Kanha, Saraha and their songs:

The authors of our songs belong to the list of eighty-four mahasiddhas in the Vajrayana tradition. One of the Dohakosas is signed under the name of Kanha in Apabhramsa. The Sanskrit, commentary gives the classic form of Krisnhacharya or Krishnavajra; the Subhasita samgraha mentions him as Kanhapada. In Bengali Natha literature he is known as Kanupa. According to varying historiographies, the author can be from the early eighth century or as some scholars had directed towards the twelfth century, I do not even deny the possibility of the songs being from two different authors under the same name as it is common in Buddhist monastic traditions.

The second of the Dohakosa is signed in the name of Saraha. Again, there were several personages bearing this name- according to Taranatha there were atleast two Sarahas, Saraha alias Rahulabhadra, the elder and Saraha, the younger one, otherwise known as Sabari. The commentator of the Dohakosa of Saraha is Advayavajra, of Saridesa origin in Bengal. As I have already given an introduction about the philosophical ideas of the song, I would like to expound on them with one specific doha from Kanha’s text. (As an artist, I have immersed myself in working a book of paintings based on the dohas. One of the paintings is also the central design for my curatorial mural project in the faculty-campus.)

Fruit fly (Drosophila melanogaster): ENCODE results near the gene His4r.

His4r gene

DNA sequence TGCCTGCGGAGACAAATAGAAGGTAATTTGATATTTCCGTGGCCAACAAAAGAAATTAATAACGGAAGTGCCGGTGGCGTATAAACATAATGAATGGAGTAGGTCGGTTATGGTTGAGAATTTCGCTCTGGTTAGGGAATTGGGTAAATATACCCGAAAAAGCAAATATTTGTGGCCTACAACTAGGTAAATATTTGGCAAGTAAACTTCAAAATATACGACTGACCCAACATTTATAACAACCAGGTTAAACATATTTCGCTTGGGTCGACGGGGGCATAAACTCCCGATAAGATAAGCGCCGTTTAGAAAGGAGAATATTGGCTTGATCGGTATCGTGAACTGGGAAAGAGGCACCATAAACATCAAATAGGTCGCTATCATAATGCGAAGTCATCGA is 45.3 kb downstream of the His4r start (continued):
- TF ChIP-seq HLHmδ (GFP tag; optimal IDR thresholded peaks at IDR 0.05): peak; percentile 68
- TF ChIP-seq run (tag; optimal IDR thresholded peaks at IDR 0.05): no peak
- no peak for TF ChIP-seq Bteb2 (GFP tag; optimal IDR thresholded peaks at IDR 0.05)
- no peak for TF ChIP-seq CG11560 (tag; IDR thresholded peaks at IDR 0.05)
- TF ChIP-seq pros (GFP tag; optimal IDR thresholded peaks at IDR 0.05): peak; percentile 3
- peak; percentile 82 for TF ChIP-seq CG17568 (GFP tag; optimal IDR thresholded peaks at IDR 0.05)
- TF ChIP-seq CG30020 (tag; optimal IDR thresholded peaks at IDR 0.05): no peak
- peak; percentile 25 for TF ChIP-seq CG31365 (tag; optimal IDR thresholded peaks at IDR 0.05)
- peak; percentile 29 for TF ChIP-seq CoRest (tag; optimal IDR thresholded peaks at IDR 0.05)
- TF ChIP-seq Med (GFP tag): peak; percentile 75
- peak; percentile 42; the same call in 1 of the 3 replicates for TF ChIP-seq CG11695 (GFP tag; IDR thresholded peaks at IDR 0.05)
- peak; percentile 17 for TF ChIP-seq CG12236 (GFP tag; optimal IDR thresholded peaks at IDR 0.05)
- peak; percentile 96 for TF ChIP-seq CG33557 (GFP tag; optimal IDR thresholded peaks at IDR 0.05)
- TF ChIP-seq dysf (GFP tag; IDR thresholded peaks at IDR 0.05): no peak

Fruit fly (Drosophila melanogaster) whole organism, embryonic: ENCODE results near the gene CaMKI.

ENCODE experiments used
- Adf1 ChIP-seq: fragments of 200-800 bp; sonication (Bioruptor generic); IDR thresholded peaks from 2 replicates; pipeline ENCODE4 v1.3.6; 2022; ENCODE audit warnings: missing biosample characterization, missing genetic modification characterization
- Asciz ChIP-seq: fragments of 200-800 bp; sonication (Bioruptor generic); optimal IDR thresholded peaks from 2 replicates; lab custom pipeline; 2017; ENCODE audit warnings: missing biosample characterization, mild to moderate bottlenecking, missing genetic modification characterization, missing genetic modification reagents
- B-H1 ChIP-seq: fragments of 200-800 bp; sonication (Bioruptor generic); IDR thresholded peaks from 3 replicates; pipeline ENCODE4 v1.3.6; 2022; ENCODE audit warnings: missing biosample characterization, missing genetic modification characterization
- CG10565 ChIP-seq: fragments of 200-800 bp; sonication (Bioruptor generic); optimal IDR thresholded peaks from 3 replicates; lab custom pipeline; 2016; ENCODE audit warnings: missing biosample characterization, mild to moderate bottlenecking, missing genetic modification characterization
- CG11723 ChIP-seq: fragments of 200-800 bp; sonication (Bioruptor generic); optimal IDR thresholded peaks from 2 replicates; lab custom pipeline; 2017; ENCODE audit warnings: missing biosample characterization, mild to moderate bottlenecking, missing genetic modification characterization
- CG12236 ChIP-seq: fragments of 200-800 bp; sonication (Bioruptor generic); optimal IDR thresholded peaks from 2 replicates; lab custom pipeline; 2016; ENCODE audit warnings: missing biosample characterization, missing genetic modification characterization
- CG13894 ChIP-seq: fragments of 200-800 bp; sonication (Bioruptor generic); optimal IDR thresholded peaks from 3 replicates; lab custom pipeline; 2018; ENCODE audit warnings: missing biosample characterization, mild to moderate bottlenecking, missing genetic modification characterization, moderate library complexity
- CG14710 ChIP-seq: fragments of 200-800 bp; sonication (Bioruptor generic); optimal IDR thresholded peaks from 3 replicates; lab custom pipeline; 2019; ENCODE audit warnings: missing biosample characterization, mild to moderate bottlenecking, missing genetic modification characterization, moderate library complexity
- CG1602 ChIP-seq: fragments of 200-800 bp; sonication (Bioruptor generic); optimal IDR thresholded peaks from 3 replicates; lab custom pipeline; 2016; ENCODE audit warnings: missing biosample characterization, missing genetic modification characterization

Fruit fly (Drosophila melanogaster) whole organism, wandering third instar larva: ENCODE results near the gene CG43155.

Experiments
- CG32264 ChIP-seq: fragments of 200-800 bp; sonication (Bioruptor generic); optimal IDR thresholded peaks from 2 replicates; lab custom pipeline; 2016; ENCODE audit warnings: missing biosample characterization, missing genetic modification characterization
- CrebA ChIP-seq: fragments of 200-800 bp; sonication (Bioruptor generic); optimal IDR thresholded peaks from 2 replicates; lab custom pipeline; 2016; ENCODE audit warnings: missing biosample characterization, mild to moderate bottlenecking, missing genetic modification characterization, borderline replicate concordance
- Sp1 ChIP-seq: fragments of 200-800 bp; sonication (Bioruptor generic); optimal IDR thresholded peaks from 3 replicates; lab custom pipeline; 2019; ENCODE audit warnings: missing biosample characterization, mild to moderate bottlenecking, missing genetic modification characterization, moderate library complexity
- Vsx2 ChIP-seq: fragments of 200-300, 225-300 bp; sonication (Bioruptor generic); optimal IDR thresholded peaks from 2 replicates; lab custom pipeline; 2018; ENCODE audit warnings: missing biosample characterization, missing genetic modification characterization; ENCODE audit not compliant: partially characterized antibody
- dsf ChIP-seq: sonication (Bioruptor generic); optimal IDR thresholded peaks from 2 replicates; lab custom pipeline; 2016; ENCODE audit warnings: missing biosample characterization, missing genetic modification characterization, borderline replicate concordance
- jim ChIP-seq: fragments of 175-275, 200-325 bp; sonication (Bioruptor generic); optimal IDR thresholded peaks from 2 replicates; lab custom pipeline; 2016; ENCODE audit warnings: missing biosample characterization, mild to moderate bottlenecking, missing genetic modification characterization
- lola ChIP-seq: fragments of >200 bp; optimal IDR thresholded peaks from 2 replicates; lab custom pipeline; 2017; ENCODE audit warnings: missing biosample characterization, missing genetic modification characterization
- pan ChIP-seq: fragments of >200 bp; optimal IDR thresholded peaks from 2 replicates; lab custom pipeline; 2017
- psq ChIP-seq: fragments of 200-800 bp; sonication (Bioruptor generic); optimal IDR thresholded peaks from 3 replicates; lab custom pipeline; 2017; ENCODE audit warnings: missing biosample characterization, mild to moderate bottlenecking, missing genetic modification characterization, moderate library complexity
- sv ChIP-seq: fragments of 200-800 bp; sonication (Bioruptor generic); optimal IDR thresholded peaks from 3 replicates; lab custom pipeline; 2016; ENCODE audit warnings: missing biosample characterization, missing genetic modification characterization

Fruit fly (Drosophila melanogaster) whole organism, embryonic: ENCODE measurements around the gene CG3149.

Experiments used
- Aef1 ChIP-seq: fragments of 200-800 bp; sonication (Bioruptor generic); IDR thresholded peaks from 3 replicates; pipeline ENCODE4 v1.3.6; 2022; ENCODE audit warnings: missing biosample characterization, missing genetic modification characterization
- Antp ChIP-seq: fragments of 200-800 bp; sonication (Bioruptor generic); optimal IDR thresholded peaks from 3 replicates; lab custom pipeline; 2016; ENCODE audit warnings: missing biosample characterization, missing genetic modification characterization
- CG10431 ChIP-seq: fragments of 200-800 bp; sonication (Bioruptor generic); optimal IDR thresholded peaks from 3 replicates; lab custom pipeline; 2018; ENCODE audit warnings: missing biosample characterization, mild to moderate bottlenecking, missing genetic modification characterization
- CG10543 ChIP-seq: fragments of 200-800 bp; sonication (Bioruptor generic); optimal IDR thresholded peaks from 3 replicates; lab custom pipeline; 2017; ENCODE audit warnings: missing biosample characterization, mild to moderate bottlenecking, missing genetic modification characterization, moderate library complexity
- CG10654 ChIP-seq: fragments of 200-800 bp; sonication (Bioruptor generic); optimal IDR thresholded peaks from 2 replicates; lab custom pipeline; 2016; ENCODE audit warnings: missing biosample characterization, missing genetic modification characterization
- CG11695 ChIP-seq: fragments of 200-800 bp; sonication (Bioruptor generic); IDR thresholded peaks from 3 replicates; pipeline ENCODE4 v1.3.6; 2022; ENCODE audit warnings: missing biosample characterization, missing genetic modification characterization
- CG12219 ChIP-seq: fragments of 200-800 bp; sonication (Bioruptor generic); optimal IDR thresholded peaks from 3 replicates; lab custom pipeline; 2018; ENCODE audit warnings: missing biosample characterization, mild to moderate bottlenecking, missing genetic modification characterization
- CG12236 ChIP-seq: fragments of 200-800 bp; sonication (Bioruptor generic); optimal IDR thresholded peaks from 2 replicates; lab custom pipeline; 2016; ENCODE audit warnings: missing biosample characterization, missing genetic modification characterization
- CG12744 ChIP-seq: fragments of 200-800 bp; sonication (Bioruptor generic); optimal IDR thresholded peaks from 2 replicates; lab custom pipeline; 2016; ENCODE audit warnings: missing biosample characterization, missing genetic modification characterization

Ahe na gamai na uhe jai
Benni rahia tasu niccala thai
Bhanai Kanha mana kahabi na phuttai
Niccala pabana-gharini ghare battai

It neither descends nor ascends
Hold the breath still as ever
Kanha says the spirit never withers
If the breath- the mistress of the house can be suppressed

I have tried translating it into modern Bengali as:

Na adha na urdha gaman
Bayu koro nischala shaman
Kanha bole, moner nei skhalan
Nischolo paban grihini ghorei daman.

The Songs of the Bauls and Fakirs of Bengal

The trajectory now shifts to Baul-sadhana, the vernacularized idiom of Tantric sadhana as practised in different parts of West Bengal: Nadia and Birbhum districts in particular. I find the above mentioned caryas and dohas when translated to Bengali, pre-cursors to the lyrics of Baul-music. Thus, I would try to summarize the development of the cultural praxis of the Bauls. Their Islamic counterparts- the Marfati Fakirs would be investigated in a case study of Gourbhanga village in Nadia, West Bengal.